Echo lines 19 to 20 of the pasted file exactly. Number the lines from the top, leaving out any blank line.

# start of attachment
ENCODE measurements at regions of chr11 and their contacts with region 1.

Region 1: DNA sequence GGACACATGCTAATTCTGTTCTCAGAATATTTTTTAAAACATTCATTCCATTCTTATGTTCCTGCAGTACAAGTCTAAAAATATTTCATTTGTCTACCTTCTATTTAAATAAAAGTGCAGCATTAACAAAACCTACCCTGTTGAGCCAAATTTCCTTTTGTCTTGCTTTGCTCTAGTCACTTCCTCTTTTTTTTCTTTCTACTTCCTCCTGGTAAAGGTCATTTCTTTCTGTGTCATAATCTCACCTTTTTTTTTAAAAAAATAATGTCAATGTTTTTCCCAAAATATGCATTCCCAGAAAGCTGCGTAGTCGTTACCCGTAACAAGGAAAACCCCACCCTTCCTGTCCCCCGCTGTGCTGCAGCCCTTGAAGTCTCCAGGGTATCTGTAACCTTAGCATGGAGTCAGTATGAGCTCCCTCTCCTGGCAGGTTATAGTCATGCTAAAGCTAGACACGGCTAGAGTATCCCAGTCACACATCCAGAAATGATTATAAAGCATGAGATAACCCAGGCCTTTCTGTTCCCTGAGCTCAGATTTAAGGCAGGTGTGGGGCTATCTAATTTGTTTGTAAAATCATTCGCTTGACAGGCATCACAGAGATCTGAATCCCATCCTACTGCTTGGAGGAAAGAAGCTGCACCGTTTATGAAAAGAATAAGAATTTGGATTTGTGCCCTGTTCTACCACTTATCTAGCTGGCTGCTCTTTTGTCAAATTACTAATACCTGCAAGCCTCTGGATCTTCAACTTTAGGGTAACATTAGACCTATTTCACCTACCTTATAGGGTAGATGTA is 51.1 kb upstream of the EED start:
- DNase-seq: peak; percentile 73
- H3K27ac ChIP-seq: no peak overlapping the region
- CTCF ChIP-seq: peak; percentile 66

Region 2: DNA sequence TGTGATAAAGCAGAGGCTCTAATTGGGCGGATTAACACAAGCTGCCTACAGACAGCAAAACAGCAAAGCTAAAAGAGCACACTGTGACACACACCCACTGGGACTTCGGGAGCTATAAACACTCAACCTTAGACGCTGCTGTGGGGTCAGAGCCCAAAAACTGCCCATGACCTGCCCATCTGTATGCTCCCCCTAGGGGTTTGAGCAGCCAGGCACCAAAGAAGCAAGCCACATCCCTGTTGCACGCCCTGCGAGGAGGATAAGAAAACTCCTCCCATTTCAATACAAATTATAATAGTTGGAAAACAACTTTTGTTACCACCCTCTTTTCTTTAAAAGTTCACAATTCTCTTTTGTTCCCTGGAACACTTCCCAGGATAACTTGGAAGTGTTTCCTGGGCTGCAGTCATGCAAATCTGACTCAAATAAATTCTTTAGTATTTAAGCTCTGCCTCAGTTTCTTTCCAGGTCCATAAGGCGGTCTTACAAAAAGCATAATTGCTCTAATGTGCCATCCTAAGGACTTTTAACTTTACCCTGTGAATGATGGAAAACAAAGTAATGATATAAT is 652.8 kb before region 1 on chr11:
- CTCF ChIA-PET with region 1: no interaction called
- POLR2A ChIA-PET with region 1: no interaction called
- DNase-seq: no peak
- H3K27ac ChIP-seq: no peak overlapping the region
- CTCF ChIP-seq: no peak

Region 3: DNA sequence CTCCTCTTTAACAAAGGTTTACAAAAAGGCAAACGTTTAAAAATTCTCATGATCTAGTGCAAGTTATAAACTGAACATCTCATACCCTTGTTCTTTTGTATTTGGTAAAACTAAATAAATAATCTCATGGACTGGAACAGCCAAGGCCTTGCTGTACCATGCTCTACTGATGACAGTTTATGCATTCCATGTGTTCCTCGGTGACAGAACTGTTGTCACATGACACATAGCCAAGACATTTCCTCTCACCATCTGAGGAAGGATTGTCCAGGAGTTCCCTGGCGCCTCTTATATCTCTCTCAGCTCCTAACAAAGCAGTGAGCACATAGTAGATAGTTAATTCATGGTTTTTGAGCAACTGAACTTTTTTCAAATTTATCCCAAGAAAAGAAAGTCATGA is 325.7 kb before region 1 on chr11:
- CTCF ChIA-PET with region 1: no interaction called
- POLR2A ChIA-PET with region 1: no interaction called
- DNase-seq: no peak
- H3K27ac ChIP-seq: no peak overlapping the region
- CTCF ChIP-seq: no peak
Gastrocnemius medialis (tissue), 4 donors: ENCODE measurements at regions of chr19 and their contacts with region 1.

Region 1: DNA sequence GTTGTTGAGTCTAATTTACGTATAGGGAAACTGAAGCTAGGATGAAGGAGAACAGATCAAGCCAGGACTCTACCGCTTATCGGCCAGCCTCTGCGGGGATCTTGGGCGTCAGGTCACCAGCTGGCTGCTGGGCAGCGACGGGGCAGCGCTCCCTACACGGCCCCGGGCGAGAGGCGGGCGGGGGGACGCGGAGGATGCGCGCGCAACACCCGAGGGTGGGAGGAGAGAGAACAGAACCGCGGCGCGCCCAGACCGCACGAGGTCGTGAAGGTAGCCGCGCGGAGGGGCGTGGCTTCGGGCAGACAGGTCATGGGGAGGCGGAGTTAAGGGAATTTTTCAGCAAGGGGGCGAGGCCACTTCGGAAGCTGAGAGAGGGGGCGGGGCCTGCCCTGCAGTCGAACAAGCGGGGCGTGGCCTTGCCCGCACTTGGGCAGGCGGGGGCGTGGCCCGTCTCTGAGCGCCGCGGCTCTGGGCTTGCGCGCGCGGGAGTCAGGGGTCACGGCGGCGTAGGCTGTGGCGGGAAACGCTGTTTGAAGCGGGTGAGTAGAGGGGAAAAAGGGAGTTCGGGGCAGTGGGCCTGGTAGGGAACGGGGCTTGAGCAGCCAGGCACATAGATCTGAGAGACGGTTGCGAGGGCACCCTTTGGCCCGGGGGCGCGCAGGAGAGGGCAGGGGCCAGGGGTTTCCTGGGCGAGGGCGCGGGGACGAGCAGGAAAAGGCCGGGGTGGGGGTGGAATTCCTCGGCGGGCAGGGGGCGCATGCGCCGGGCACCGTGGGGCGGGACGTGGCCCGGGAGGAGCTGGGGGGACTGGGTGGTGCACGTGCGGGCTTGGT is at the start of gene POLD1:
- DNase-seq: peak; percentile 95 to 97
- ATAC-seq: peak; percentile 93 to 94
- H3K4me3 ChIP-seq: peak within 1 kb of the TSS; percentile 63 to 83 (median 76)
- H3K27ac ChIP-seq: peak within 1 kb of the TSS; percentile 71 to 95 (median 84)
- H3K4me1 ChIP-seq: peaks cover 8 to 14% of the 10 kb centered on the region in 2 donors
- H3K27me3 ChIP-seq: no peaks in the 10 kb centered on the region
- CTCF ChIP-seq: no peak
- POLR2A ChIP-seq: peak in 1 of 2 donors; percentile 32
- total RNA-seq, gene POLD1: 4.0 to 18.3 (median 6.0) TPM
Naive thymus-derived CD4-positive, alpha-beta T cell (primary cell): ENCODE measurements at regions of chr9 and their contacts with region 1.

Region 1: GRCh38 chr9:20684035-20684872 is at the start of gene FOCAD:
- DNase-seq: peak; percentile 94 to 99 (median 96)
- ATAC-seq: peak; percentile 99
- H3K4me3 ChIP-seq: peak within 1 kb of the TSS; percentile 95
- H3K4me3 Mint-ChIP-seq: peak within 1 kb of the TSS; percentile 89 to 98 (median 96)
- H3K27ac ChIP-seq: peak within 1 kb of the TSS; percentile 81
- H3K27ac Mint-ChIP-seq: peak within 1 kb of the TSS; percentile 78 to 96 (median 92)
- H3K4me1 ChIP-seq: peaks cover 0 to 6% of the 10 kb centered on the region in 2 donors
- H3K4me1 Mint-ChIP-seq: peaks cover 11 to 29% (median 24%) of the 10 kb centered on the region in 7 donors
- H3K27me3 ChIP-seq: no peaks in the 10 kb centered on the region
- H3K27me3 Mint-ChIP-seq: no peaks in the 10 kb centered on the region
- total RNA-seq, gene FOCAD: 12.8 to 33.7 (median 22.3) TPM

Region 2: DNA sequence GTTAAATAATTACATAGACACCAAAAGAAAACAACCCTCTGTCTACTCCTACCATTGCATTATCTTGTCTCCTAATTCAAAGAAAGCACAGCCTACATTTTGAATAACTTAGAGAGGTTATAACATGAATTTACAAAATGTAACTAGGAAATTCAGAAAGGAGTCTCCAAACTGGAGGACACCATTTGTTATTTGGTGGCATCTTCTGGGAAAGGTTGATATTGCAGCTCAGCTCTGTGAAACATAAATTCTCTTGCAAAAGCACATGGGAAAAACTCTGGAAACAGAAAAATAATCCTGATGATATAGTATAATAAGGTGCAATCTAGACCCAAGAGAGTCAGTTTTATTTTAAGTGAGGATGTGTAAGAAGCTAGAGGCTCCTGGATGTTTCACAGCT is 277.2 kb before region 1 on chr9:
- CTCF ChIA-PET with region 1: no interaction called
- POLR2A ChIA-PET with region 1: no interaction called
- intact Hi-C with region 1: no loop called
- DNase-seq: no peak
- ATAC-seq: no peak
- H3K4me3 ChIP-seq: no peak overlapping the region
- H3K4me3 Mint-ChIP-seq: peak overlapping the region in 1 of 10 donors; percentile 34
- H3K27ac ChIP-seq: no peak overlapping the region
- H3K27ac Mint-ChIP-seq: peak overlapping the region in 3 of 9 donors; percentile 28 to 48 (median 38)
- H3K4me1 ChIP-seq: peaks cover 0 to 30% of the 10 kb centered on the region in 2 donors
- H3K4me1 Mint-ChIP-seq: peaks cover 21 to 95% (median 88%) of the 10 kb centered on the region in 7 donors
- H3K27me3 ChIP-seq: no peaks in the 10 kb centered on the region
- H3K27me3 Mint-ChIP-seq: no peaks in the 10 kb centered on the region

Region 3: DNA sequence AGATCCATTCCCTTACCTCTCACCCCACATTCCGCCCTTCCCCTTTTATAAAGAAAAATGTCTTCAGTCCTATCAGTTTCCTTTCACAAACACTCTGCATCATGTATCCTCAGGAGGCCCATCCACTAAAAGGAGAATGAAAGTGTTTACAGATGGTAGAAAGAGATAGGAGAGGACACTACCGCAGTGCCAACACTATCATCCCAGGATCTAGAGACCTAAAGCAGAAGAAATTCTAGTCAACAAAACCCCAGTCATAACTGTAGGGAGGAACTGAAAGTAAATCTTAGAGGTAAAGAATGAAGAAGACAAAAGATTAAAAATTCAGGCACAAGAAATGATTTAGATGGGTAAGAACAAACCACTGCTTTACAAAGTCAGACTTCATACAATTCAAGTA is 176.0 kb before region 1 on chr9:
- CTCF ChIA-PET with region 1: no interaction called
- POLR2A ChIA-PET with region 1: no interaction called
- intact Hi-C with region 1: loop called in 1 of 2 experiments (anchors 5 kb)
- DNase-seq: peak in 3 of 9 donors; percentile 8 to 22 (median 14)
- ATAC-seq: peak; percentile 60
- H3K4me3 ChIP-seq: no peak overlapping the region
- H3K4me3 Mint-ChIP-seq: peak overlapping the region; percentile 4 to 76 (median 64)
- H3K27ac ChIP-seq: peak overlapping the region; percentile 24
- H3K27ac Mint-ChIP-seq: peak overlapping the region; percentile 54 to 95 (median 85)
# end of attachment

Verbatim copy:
Region 1: DNA sequence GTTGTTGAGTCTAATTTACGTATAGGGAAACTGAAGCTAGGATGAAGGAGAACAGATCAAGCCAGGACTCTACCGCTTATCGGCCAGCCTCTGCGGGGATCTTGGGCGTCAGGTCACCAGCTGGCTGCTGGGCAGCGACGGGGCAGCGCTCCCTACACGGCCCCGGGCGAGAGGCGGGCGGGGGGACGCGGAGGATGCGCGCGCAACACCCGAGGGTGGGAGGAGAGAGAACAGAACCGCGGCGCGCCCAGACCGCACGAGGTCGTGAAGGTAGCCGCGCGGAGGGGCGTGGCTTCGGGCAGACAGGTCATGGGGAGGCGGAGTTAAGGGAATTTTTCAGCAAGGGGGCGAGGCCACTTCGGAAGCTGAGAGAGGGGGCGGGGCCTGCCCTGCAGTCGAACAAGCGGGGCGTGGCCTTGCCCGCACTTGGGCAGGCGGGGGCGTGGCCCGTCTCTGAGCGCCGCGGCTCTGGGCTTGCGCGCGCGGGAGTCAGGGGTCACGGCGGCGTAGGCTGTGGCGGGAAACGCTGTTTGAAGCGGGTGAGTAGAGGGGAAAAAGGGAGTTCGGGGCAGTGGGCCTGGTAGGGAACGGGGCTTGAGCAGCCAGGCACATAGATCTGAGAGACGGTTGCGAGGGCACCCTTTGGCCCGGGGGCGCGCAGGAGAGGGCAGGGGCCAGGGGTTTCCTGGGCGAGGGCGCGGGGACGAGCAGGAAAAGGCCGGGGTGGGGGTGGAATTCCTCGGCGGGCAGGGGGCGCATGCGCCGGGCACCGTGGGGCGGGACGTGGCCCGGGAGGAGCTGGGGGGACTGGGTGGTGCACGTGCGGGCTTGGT is at the start of gene POLD1:
- DNase-seq: peak; percentile 95 to 97